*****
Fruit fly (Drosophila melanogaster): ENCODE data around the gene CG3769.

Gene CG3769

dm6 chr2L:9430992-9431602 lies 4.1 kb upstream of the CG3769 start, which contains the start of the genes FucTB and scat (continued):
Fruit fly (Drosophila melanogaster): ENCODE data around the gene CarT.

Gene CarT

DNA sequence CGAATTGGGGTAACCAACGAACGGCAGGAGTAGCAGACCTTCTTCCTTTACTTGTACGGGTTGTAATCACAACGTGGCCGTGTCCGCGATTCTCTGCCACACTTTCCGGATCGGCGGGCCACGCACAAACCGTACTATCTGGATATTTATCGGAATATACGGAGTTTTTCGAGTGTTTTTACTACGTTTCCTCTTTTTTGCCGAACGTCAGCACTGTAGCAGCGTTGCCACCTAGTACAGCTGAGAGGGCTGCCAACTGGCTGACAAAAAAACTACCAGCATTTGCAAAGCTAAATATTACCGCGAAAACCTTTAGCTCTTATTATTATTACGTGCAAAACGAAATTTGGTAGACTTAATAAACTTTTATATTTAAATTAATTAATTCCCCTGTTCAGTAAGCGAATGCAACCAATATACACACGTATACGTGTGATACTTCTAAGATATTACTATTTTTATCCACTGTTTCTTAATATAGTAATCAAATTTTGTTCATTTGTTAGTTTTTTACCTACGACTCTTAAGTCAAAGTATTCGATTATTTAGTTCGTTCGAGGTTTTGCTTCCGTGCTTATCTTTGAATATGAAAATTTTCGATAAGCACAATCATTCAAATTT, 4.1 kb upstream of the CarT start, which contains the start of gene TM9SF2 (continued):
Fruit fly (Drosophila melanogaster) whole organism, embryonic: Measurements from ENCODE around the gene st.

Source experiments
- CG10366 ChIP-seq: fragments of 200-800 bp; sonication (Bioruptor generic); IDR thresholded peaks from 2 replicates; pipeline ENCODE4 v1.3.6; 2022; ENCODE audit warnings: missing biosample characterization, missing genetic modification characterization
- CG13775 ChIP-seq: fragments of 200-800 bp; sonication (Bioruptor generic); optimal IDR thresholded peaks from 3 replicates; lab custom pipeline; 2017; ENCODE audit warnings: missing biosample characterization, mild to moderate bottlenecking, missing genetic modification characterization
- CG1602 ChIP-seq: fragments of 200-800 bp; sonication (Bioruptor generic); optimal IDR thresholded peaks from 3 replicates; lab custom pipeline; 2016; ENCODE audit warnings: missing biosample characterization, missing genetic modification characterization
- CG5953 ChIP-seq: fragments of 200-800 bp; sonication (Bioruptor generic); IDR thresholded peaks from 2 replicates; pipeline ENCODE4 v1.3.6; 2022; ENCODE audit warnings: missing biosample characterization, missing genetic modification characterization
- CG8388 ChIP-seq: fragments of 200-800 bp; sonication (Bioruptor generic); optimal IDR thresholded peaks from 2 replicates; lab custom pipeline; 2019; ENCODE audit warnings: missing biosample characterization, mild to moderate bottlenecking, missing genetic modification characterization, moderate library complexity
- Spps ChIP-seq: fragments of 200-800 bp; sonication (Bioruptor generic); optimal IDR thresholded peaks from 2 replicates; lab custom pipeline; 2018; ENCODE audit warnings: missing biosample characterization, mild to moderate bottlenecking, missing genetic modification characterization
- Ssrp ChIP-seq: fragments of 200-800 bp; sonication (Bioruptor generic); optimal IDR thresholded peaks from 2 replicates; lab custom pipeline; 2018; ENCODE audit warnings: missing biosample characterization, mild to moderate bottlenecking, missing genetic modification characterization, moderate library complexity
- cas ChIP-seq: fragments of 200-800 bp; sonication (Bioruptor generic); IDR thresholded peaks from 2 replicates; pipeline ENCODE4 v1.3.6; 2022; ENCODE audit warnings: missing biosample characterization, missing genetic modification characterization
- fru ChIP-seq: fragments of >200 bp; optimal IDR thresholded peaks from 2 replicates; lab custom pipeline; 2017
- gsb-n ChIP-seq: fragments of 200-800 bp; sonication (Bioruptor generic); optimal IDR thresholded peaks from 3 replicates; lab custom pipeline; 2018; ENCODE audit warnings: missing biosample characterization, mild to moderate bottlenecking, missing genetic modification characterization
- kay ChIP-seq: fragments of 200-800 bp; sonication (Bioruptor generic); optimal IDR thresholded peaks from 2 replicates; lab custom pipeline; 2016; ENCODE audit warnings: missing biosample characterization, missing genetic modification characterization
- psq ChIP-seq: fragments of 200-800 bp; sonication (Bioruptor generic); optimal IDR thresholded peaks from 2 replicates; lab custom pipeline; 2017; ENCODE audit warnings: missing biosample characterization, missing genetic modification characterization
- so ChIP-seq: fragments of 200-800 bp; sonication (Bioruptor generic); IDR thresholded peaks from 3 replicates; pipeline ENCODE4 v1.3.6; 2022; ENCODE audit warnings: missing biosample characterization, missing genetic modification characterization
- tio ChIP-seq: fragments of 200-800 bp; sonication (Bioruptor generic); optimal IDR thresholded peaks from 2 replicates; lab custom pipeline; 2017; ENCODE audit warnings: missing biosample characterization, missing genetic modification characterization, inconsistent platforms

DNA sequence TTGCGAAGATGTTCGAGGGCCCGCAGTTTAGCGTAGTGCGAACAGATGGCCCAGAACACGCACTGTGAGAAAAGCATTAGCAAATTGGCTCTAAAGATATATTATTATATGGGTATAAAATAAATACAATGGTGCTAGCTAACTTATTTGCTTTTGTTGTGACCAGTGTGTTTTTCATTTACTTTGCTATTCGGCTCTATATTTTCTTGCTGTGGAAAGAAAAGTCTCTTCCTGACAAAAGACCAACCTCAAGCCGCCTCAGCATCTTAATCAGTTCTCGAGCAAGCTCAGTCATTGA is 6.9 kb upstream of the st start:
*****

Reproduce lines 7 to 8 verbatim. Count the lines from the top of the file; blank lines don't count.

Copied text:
Fruit fly (Drosophila melanogaster) whole organism, embryonic: Measurements from ENCODE around the gene st.

Source experiments